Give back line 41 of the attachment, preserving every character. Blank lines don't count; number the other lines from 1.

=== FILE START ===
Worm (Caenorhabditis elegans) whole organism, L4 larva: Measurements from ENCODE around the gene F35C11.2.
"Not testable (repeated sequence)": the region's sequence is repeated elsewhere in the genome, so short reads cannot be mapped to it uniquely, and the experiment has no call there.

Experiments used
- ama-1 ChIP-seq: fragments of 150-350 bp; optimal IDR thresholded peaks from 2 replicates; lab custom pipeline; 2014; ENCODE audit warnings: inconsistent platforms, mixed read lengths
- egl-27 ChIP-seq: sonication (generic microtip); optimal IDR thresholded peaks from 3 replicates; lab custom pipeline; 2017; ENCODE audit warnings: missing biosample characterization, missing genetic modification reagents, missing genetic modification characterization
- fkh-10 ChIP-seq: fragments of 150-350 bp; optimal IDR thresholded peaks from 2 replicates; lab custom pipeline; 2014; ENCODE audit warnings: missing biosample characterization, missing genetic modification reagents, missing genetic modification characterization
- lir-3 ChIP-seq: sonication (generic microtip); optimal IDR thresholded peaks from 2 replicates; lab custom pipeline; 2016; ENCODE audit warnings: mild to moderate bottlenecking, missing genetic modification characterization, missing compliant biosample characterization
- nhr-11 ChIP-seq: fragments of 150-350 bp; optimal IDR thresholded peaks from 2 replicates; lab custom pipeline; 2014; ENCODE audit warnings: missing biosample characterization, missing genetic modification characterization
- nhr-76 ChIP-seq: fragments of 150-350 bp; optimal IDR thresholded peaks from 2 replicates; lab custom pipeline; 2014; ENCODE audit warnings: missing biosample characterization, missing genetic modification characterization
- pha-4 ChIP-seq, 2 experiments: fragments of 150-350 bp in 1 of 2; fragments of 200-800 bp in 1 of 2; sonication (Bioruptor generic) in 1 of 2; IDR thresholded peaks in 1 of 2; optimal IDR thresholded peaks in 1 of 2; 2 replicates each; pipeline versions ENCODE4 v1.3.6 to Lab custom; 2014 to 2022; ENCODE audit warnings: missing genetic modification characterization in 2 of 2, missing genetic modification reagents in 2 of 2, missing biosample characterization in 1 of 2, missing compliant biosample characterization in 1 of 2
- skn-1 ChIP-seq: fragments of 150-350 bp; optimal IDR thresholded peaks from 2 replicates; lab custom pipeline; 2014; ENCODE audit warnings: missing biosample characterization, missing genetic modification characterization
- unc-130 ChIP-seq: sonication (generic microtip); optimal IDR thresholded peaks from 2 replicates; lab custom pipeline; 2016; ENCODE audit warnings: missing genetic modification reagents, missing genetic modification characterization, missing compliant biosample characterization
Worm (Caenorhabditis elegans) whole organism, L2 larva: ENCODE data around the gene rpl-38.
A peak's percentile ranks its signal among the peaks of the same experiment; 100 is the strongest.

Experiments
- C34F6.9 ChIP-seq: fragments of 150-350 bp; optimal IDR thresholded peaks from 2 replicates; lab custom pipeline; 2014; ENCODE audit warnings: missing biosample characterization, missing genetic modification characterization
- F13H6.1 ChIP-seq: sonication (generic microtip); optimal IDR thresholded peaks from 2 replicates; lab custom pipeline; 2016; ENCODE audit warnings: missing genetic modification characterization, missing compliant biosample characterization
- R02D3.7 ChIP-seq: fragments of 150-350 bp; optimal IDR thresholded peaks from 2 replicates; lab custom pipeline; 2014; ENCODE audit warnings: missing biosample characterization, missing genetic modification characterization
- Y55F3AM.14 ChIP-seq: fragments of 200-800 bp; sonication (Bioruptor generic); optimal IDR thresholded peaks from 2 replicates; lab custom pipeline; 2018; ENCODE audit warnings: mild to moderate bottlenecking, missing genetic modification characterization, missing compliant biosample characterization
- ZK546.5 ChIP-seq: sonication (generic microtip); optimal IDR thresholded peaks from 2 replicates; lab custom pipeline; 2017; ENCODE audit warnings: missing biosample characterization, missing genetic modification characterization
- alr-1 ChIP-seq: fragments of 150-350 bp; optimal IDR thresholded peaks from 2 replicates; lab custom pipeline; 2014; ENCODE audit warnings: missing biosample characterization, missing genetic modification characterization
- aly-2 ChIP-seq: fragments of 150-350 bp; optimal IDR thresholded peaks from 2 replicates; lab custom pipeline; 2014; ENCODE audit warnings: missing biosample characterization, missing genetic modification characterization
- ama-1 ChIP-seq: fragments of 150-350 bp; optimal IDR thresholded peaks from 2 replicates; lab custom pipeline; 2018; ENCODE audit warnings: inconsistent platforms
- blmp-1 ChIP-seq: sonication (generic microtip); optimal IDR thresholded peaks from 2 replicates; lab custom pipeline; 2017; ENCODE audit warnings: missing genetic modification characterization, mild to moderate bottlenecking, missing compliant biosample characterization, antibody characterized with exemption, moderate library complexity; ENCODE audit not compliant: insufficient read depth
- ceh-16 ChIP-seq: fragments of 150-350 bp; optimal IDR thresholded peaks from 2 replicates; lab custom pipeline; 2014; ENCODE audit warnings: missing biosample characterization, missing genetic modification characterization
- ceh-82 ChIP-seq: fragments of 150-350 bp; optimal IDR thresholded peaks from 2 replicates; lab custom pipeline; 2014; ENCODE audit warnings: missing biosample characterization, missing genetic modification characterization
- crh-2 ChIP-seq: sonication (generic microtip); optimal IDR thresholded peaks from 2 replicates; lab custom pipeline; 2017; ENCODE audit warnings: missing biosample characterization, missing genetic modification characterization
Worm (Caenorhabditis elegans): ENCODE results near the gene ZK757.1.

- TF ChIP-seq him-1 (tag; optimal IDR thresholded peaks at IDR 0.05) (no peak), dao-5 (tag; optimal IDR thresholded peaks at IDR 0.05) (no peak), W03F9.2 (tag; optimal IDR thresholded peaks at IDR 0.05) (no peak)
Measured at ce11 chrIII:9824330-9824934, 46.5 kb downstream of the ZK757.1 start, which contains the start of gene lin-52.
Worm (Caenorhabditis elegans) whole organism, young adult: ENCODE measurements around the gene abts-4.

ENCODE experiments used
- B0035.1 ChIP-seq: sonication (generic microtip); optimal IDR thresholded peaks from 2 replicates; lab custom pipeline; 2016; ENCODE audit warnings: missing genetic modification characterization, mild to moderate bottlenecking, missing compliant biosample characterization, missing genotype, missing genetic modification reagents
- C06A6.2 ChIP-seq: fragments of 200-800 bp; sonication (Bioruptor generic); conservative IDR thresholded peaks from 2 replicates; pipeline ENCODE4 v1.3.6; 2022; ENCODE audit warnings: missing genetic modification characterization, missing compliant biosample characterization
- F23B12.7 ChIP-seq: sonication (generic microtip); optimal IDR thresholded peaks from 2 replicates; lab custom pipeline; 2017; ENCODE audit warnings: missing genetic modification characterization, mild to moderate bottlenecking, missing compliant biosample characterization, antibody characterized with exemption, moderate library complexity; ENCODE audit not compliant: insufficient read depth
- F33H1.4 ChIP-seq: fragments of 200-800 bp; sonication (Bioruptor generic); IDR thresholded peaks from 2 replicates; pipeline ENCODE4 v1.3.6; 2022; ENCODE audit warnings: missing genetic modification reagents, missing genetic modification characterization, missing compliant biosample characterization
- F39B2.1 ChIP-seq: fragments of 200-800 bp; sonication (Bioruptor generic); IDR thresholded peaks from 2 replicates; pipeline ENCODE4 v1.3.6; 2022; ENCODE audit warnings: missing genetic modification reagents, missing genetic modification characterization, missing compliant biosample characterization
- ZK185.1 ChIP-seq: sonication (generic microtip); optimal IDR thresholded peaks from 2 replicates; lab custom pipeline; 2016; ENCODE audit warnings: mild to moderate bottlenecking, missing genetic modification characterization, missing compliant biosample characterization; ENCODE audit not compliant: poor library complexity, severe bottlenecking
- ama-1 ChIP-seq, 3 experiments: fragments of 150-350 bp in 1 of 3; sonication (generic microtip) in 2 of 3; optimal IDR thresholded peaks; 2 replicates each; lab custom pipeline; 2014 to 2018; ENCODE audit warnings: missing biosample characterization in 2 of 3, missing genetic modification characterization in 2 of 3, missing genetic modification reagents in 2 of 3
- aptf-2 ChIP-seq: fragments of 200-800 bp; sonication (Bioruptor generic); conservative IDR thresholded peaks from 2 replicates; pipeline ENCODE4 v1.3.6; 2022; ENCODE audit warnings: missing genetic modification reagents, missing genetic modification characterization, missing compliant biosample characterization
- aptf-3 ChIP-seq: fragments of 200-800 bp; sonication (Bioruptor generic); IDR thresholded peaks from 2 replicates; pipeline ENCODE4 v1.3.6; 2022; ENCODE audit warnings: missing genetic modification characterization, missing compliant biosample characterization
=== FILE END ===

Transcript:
- aptf-3 ChIP-seq: fragments of 200-800 bp; sonication (Bioruptor generic); IDR thresholded peaks from 2 replicates; pipeline ENCODE4 v1.3.6; 2022; ENCODE audit warnings: missing genetic modification characterization, missing compliant biosample characterization